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Yale alum wins ‘Nobel Prize’ of engineering honors (or Ma-Barker gang member makes good)

Eric Fossum sees people using the technology he developed every day

Eric Fossum sees people using the technology he developed every day.

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February 6, 2017

By William Weir

You may not know what complementary metal-oxide semiconductor (CMOS) active pixel image sensors are, but chances are you use them a lot. The “camera-on-a-chip” technology makes possible everything from selfies to dental x-ray cameras.

Its inventor, Eric Fossum, who received his Ph.D. in engineering and applied sciences at Yale in 1984, has been named a co-recipient of the Queen Elizabeth Prize for Engineering. Fossum will receive the award — often referred to as the equivalent of the Nobel Prize for the field of engineering — at Buckingham Palace. The £1 million prize is awarded for groundbreaking innovations that have benefitted humanity. Fossum’s co-winners, George Smith, Nobukazu Teranishi and Michael Tompsett, have also contributed to digital sensor technology.

While at Yale, Fossum spent most of his time with the “Ma-Barker gang,” so named for the group’s advisers, Tso-Ping Ma, the Raymond John Wean Professor of Electrical Engineering & Applied Physics, and Richard C. Barker, now professor emeritus of electrical engineering & applied physics.

“I look back at my grad student days as some of the best days in my professional career,” Fossum said. “It was a great group that they had assembled. We would dig into the work and try to answer questions that could take days, weeks, or months. We’d come in at morning and stay until late at night.”

Now a professor at the Thayer School of Engineering at Dartmouth College, Fossum developed the CMOS technology during the 1990s when he was at NASA’s Jet Propulsion Laboratory (JPL), and was charged with finding a way to miniaturize the interplanetary spacecrafts’ cameras. There was a particular emphasis at the time on going “faster, better, cheaper,” and lessening the payload was critical to that goal.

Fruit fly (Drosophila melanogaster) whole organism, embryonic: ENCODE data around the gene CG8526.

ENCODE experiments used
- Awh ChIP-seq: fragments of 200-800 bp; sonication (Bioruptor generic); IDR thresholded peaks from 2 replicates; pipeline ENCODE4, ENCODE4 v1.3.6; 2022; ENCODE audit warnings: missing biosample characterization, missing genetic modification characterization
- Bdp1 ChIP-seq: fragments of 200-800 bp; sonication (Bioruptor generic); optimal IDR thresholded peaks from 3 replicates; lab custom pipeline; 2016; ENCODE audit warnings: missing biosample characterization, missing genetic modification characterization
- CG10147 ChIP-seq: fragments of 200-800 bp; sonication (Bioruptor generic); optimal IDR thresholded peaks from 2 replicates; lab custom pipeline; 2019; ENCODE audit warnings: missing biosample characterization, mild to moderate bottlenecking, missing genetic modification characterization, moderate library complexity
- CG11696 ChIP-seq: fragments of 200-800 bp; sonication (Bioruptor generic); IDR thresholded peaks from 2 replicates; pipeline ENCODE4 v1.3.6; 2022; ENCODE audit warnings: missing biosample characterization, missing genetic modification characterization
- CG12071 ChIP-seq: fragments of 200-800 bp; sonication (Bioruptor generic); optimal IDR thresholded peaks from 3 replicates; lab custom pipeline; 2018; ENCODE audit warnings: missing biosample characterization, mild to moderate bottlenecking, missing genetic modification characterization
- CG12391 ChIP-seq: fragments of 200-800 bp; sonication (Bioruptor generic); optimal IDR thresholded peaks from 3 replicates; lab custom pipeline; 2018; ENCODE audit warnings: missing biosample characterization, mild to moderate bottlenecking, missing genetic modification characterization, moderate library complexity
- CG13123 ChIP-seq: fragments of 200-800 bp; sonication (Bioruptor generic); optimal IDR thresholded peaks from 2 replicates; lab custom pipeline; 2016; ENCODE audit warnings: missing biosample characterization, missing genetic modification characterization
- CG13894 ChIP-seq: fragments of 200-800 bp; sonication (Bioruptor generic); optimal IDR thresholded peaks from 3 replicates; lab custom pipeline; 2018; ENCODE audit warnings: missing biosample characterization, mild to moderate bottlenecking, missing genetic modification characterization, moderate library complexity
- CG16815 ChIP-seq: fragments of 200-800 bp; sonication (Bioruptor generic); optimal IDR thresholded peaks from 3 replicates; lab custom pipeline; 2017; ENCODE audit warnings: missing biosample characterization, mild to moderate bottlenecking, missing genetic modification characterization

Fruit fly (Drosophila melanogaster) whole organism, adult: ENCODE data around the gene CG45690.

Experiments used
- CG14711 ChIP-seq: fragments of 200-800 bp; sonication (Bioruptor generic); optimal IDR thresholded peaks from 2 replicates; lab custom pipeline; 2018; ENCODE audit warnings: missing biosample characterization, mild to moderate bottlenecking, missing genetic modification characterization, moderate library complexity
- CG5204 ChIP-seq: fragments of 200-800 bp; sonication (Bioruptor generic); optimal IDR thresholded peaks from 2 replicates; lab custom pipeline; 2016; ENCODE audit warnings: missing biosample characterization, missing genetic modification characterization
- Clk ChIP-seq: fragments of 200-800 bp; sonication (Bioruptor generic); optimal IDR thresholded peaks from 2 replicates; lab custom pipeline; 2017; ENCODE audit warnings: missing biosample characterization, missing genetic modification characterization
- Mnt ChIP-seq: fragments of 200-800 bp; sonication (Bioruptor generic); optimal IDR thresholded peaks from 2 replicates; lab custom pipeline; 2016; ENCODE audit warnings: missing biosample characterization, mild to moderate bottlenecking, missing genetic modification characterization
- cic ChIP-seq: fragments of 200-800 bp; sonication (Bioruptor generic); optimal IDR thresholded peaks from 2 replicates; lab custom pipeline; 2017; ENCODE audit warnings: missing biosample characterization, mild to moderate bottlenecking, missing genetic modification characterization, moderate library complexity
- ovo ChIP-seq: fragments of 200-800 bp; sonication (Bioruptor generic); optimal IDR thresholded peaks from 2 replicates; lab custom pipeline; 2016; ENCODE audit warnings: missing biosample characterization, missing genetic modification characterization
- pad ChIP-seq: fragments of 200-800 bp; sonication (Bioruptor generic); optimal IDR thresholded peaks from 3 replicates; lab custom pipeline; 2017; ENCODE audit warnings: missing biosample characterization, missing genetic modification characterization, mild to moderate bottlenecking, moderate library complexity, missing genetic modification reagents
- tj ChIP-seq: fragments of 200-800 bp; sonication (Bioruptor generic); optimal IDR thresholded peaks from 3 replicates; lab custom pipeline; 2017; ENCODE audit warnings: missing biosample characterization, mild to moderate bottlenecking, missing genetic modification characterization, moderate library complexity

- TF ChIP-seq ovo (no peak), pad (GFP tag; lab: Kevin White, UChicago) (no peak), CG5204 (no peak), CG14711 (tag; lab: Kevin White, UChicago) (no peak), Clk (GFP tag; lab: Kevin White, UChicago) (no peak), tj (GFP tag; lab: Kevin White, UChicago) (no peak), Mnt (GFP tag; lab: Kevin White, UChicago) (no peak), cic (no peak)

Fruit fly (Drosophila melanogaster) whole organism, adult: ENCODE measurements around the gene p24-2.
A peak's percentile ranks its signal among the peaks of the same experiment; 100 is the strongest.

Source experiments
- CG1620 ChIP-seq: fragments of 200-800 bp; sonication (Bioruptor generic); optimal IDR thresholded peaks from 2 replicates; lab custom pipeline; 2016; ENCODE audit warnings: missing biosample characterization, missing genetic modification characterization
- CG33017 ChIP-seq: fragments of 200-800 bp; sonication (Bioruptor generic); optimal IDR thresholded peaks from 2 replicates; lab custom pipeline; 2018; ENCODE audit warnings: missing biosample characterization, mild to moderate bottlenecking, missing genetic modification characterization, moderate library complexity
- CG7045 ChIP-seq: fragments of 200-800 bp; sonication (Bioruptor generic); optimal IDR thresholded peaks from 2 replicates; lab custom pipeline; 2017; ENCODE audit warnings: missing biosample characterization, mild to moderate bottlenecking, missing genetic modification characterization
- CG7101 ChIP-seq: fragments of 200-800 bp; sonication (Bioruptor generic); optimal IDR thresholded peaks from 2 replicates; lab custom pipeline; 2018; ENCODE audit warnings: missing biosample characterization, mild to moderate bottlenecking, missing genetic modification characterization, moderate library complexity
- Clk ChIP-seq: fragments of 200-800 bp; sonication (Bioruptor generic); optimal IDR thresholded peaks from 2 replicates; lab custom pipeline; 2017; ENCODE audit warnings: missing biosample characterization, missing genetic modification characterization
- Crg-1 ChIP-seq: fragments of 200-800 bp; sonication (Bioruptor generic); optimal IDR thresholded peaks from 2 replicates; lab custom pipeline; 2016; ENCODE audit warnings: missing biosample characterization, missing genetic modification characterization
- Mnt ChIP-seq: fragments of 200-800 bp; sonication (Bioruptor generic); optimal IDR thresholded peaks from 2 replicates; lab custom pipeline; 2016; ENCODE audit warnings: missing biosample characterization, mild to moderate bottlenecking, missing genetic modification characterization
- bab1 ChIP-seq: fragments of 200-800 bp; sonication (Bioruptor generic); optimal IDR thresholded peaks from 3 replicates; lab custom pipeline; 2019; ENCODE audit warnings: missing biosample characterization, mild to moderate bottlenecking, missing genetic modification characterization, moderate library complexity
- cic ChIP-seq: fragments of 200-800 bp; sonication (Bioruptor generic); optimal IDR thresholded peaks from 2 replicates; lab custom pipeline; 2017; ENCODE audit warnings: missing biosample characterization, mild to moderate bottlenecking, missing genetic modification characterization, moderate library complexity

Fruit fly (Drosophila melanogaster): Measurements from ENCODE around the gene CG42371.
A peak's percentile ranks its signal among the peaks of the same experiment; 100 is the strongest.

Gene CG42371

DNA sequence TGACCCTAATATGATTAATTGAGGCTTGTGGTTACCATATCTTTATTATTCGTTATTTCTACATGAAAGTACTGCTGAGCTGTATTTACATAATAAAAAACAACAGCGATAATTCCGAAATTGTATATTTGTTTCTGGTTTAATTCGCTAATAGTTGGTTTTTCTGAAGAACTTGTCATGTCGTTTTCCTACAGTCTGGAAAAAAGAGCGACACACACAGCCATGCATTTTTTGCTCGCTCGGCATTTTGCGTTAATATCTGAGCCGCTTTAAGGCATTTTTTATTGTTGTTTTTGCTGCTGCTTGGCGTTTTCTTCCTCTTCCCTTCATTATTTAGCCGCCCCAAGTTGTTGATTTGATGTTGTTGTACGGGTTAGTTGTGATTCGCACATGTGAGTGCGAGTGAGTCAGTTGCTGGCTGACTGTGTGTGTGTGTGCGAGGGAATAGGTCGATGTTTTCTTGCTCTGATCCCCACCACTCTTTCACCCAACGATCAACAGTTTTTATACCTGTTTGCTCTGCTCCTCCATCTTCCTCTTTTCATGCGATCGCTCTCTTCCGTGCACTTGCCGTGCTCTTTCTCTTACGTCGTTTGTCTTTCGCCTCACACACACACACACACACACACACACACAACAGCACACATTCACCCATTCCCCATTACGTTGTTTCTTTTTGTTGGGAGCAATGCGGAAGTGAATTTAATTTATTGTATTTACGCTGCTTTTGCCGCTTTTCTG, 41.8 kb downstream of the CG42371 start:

“The charge-coupled device cameras on the spacecrafts were physically large and consumed a lot of power and energy and a fair amount of mass,” Fossum said.

Fossum’s CMOS technology not only succeeded in enabling smaller cameras on spacecraft, it would go on to make many other things possible on Earth. In 1995, Fossum co-founded Photobit Corp. to commercialize the camera-on-a-chip technology. It’s now used in nearly all camera phones and webcams, digital-still cameras, high- speed motion capture cameras, and automotive cameras. Some of the potential applications were immediately apparent, Fossum says. Others, like the swallowable pill camera — often used by gastroenterologists to take images from within the intestines — took him by surprise.

The technology didn’t truly take off until cameras became a regular feature of cell phones. Now, of course, Fossum can’t leave the house without encountering the technology he made possible.

“Every now and then it strikes me,” he said. “I was in London yesterday for the announcement of the prize with another recipient, and a mother was taking a picture of her daughter in front of a landmark. We said ‘Should we stop and tell and her that two of the key inventors are right here?’”

A Connecticut native, Fossum grew up in Simsbury. His developed his interest in applied science early on, thanks in part to his father, an engineer and entrepreneur. He also spent his Saturdays at the Talcott Mountain Science Center in Avon, where he learned about computers and programming. He received his B.S. in physics and engineering at Trinity College in Hartford.

He still keeps in touch with members of the Ma-Barker Gang, including his former office mate, Tze-Chiang (T.C.) Chen, now a vice president of science and technology at IBM. Another member of the group, C.C. Wei, is now the co-CEO and president of Taiwan Semiconductor Manufacturing Company Limited, which also happens to be one of the biggest manufacturers of CMOS image sensors.

Fossum currently serves on the Yale University School of Engineering & Applied Science Leadership Council, led by T. Kyle Vanderlick, dean of the School and the Thomas E. Golden Jr. Professor of Engineering. He was also the 2011 Victor M. Tyler Distinguished Lecturer in Engineering in 2011.

“It’s was all a positive experience at Yale, so it makes it very easy to want to give back,” he said.

As for ongoing research, Fossum is working on the Quanta image sensor, which counts individual photons on a sensor chip at room temperature — technology that could have applications in very low-light imaging for security and aerospace purposes.

His many other honors include the 1996 NASA Exceptional Achievement Medal; induction into the U.S. Space Foundation Technology Hall of Fame in 1999 and the National Inventors Hall of Fame in 2011; and the Wilbur Cross Medal from Yale in 2014.

In past years, the Queen Elizabeth Prize has gone to innovations to the Internet and controlled drug delivery. In addition to highlighting the importance of engineering, the prize is intended to inspire young people to get involved in the field.